Tumblin' Down

Maria Dallas, Music Video, 1967

Singer Marina Devcich had been working as an apprentice hairdresser when she won a Waikato talent quest. A signing to Viking Records and a name change to Maria Dallas followed. ‘Tumblin’ Down’ was written by Taranaki musician Jay Epae, and recorded at a session in Wellington. It went to 11 in the pop charts and won the 1966 Loxene Golden Disc Award. Later the song was used to score a series of Telecom ads in the mid-80s. Dallas recorded in Nashville, moved to Australia and had a trans-Tasman career — her single ‘Pinocchio’ topped the NZ charts in 1970.

Baked Beans

Mother Goose, Music Video, 1977

Dunedin band Mother Goose scored their biggest hit with this novelty song extolling the previously overlooked romance-promoting qualities of sauced legumes (and won extra marks for avoiding flatulence jokes). The Australian-made video references Queen's pioneering Bohemian Rhapsody clip and features Melbourne trans-sexual drag show performer Renee Scott as the recipient of one of the more bizarre pick-up lines. In his post Mother Goose career, keyboard player Steve Young (the bearded ballerina) directed The Chills' classic Pink Frost music video.

System Virtue

Emma Paki, Music Video, 1993

This evocative music video scored a double-header: it was voted best video at both the NZ Music Awards, and the NZ Film and Television Awards. Emma Paki won gongs for singing and songwriting. Director Josh Frizzell mixes images of Paki singing on the streets with often sombre portraits of locals in their element, from children to gang members. Widely regarded as Paki's magnum opus, System Virtue became one of the most played local music videos of 1994. Killing Joke's Jaz Coleman produced the song; a much lusher version later appeared on 1996 album Oxygen of Love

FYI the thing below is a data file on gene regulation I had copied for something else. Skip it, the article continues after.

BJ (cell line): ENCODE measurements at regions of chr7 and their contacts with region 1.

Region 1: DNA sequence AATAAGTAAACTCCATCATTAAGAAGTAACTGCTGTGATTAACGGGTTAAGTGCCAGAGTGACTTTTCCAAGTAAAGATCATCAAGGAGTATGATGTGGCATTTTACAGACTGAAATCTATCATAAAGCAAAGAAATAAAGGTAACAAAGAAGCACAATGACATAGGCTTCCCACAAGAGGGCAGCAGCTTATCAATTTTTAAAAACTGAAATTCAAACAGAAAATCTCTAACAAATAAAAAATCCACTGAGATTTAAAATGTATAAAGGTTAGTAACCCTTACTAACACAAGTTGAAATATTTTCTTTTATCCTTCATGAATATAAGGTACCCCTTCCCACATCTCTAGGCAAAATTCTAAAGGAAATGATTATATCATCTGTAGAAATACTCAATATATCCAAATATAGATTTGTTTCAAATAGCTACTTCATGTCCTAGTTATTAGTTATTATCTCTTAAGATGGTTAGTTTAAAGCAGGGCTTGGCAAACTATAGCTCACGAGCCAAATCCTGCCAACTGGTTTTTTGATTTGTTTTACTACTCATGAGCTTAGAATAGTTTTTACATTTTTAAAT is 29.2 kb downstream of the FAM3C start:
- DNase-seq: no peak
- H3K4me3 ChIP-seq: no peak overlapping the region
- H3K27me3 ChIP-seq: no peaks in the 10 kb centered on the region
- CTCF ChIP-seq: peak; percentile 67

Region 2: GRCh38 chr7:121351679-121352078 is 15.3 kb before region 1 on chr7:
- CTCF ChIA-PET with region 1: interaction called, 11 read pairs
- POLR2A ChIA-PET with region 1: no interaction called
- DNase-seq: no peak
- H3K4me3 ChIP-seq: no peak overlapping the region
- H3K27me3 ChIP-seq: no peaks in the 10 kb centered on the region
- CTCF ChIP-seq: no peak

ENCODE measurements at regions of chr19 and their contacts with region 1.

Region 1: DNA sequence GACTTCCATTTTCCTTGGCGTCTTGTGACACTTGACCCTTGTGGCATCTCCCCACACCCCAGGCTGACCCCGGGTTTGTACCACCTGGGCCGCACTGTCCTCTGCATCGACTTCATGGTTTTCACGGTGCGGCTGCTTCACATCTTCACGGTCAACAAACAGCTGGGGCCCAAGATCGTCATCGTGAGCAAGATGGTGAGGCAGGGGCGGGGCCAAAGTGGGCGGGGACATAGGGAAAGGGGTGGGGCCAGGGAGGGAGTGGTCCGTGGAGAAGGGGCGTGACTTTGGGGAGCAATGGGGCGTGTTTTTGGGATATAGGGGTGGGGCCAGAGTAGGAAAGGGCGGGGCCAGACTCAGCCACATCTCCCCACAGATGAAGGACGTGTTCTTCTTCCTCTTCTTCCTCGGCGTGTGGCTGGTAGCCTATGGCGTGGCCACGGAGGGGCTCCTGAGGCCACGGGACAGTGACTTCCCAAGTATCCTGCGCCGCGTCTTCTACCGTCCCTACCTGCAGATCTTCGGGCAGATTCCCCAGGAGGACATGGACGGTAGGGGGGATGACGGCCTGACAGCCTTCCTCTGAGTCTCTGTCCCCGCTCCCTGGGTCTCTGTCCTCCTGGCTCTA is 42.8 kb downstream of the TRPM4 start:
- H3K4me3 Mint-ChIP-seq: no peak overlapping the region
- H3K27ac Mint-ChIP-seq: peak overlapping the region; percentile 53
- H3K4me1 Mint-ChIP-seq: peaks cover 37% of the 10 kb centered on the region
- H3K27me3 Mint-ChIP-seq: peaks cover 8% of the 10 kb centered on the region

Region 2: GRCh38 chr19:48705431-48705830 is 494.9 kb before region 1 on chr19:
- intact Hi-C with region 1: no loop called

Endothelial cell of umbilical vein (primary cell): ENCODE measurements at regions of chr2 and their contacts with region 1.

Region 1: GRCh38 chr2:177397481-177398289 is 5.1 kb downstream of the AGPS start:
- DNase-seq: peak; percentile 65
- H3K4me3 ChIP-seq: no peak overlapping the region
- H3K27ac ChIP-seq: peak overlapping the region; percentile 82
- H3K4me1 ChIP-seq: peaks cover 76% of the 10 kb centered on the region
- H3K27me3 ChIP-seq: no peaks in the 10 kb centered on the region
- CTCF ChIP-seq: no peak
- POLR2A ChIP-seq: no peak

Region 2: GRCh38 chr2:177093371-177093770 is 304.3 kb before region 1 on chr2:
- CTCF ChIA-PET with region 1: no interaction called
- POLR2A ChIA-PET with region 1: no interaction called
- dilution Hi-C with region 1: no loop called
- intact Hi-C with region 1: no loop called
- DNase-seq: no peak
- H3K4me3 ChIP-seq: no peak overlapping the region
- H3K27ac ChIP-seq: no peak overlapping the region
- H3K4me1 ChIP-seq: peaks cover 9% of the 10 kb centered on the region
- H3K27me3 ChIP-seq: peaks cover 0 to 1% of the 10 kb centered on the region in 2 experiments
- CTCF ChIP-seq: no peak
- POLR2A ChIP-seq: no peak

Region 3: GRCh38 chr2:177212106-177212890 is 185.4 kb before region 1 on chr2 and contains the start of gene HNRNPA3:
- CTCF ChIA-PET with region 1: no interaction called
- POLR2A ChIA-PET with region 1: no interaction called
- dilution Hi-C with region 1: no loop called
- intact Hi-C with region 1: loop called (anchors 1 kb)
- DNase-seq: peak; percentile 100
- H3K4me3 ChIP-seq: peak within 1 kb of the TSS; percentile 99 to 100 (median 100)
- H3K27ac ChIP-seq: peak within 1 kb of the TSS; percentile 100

Better, Not

Inverse Order, Music Video, 2008

Directed by Rollo Wenlock (founder of video production tool Wipster), this dark, moody music video was shot in a studio with a lot of cooking oil, dodgy transmission and some flickering fluorescent lights. If you like watching well-oiled male torsos, you’re in luck. After gaining a new drummer, the band reinvented itself as Villainy, and went on to score NZ Music Award-winning albums Mode.Set.Clear. and Dead Sight

Impressions

Urban Disturbance, Music Video, 1994

On their second single, future BBC radio star Zane Lowe and his 90s hip-hop crew proclaim themselves to be an expression of their "headphones and kerbstones", as they dedicate themselves to "knocking down the doors of the hip-hop frauds". Director Craig Jackson provides an appropriately urban setting in which the crew voice their declaration. As his footage alternates between monochrome and colour, deserted cityscapes (including the old Auckland Railway Station) combine with drifting, jazzy notes to make for a aptly impressionistic scoring of the streets.